Wildlife of Argyll

I often discuss the beauty and history of Argyll but I don’t often touch upon the diverse wildlife that this part of Scotland has to offer which is why I specifically asked if I could have a wildlife tour while on the ‘Heart and Soul of Scotland’ campaign with Wild About Argyll. I do regularly see wildlife on my travels around Argyll and the rest of Scotland but I wanted a better insight on how to spot wildlife and to learn more about the species which we share the land with. If you have read my previous blog you’ll have seen the first thing I did on this trip was a wildlife tour of Mull with Wild about Mull. My guide, Bryan shared his vast amount of knowledge and offered tips which then helped me spot wildlife on the rest of my trip.


As a wee girl I read Otter in the Outhouse by Lucy Daniels and since then otters have been my favourite Scottish species. I just love how playful they are and I think their illusiveness just adds to their appeal. I’ve seen a couple over the years but usually from a distance so when Bryan asked what I wanted to see the most my answer was of course otters. We spent about two hours scanning the waters on both sides of Loch Scidain before Bryan finally spotted a mother and cub. Spending two hour of fruitless searching may sound frustrating and boring but it was anything but. I found it really exciting, I was constantly alert never knowing when something might appear and Bryan kept assuring me I would see something. He said he’s never had a disappointed customer so that kept me feeling optimistic. Listening to Bryan was also fascinating, he had so much knowledge and knew the name of every bird, butterfly and plant we passed or I asked about. He also shared tips on spotting otters which helped me and hopefully will help you too.

10 otter spotting tips!

  1. Be patient, they will appear at some point.

  2. It’s always worth looking, you often read they are best seen at dawn/dusk on a low tide but they can be seen at anytime.

  3. Look out for slimy green patches on rocks, this is a good indication that there are otters in the area. They mark there territory by spraying which leaves slime on the rocks.

  4. If you are driving along travel around 10mph, any faster and you will miss them. (just remember to be courteous to other road users and use passing places)

  5. If there are ducks, geese etc close to the shore line the chances are you won’t find otters around the immediate area as these birds view otters as a threat.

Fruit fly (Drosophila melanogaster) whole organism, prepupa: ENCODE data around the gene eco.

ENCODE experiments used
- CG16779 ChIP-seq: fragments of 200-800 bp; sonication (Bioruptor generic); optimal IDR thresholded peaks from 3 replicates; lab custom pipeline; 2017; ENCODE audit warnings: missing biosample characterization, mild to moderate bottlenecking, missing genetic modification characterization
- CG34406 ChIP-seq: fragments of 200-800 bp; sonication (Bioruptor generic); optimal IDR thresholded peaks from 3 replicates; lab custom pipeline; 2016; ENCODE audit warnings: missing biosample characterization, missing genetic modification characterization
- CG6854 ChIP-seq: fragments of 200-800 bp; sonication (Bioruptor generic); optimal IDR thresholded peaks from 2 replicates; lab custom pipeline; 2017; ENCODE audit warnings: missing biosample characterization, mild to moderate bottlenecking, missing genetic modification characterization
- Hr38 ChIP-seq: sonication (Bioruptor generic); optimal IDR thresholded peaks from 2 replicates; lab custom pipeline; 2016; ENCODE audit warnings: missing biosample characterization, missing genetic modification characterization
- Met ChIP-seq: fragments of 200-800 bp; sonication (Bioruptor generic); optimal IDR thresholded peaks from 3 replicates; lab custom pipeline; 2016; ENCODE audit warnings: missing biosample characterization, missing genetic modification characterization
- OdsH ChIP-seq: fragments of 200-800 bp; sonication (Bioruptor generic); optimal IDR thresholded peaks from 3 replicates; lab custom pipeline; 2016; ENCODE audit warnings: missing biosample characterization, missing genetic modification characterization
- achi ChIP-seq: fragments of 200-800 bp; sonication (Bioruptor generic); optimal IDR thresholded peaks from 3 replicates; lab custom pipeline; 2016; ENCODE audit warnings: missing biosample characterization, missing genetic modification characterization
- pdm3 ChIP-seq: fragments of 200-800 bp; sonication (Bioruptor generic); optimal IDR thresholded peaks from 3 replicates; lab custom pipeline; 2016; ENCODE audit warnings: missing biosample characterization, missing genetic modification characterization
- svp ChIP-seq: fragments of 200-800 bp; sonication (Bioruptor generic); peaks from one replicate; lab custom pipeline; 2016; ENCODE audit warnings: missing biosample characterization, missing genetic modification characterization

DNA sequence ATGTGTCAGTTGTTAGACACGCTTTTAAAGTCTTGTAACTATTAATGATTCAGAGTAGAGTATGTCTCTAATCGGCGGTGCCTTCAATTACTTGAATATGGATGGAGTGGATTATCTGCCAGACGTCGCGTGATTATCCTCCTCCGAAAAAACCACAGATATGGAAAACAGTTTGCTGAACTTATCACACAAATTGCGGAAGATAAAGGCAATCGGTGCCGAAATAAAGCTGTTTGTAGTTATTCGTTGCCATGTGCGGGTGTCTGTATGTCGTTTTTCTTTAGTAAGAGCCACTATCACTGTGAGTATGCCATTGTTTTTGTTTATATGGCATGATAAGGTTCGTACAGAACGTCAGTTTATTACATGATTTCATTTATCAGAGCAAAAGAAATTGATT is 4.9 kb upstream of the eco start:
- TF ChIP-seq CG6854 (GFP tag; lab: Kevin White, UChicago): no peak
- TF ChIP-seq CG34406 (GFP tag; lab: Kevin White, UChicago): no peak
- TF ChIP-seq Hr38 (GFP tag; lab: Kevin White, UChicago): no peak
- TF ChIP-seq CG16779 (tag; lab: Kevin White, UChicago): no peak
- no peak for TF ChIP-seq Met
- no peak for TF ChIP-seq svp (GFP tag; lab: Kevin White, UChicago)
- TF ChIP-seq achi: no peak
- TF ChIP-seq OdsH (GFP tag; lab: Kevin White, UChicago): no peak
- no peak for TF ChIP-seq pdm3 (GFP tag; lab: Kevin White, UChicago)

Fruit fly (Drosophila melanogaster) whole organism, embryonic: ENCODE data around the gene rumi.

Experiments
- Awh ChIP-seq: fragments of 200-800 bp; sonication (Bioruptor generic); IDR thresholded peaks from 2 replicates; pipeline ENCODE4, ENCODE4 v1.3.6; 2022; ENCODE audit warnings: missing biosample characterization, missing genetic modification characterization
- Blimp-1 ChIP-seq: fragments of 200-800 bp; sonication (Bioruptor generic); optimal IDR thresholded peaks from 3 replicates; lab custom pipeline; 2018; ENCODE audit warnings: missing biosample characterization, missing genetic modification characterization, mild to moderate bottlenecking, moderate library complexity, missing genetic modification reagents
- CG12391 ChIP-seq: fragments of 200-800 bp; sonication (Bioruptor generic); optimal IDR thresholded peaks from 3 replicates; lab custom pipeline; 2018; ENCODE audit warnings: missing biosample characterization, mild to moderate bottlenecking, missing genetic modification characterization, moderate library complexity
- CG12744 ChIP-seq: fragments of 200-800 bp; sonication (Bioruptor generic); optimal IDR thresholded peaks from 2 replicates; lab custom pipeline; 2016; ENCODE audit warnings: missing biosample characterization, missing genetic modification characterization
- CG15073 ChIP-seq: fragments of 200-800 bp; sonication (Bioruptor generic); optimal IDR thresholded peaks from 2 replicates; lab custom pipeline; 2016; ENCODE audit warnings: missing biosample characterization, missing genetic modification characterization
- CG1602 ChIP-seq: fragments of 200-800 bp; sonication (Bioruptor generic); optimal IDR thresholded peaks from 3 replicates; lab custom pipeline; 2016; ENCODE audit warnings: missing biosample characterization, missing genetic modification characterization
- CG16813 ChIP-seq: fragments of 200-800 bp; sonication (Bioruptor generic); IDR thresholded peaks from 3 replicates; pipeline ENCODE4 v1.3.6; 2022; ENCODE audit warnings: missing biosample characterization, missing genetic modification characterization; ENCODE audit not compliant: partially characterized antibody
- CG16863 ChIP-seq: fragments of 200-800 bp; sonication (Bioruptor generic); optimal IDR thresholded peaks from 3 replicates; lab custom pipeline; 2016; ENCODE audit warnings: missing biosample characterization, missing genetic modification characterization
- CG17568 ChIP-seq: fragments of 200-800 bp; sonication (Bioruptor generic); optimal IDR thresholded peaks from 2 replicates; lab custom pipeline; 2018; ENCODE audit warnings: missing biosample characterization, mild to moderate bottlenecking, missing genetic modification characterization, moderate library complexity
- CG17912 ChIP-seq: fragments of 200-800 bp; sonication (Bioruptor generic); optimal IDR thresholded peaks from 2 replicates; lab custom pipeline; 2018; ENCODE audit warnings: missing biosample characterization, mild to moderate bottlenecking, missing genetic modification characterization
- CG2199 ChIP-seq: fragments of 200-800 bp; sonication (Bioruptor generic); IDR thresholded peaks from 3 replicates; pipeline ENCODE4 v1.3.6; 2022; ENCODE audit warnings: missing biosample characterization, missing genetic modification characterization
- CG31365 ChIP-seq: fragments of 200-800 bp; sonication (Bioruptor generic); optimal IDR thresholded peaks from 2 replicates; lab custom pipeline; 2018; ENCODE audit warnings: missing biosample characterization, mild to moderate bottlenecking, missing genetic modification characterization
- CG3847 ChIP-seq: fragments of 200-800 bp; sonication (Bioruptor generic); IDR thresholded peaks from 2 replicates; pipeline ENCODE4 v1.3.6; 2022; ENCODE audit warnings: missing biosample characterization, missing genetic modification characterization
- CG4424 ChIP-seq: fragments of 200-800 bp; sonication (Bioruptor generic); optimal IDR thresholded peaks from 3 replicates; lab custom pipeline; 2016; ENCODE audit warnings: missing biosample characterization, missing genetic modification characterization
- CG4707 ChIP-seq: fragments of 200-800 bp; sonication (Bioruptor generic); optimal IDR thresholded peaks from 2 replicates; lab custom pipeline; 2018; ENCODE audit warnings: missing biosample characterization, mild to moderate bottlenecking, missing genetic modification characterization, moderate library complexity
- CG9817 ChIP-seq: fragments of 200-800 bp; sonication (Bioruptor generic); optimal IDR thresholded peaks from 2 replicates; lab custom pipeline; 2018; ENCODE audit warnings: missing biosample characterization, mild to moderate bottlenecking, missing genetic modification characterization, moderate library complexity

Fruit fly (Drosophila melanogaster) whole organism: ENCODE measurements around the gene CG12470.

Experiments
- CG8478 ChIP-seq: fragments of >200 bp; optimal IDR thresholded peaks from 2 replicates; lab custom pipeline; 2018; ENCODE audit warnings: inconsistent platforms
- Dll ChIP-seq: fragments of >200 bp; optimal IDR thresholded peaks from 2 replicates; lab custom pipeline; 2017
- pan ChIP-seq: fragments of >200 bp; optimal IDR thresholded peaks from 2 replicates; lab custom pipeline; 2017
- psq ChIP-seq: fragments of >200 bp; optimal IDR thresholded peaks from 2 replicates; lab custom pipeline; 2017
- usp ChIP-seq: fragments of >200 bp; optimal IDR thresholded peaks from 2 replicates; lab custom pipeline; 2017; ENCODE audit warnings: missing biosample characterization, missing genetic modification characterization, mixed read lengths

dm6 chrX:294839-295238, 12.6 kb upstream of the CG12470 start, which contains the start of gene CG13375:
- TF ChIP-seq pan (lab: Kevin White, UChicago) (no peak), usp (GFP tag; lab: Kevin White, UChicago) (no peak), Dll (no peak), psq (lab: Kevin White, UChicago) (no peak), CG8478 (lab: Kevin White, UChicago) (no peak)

6. Look out for fresh water burns running into the sea, otters need fresh water to wash their fur of salt to keep it as an effective insulator.

  7. If walking along the shore line look out for remains of crabs and other shells this will give an indication if otters are in the area as this is what they feed on.

  8. Stay down wind so the otters won’t smell you.

  9. Try to conceal yourself if possible, the otter will probably see you before you see them and if you’re standing tall on the beach you’re going to stand out like a sore thumb.

  10. Finally stay as quiet as possible and RESPECT THE OTTER. Don’t get too close or so anything that may frighten the animal.

Thanks to Bryan’s tips I spotted more otters as I travelled down towards Fionnphort, I quietly watched them for about 40 minutes. The mother was well aware I was there but because I was quiet, moved slowly and kept my distance she didn’t mind.

That otter experience was fantastic but last winter I also had an amazing otter experience on Mull, this time on the shores of Loch Na Keal. My boyfriend and I had been driving around the island for hours looking for otters and were about to give up when I spotted a family running along the shore. There is a video of that sighting below..


Seals are probably the animal I see most often when travelling around Argyll and I probably just take them for granted but if you don’t live around the coast I can imagine seeing a seal is quite exciting. Seals are also connected with many Scottish myths and legends including that of the Selkies. Selkies look like seals when in the sea then undergo magical metamorphosis when leaving the water to become a beautiful human when on land or so the legend goes.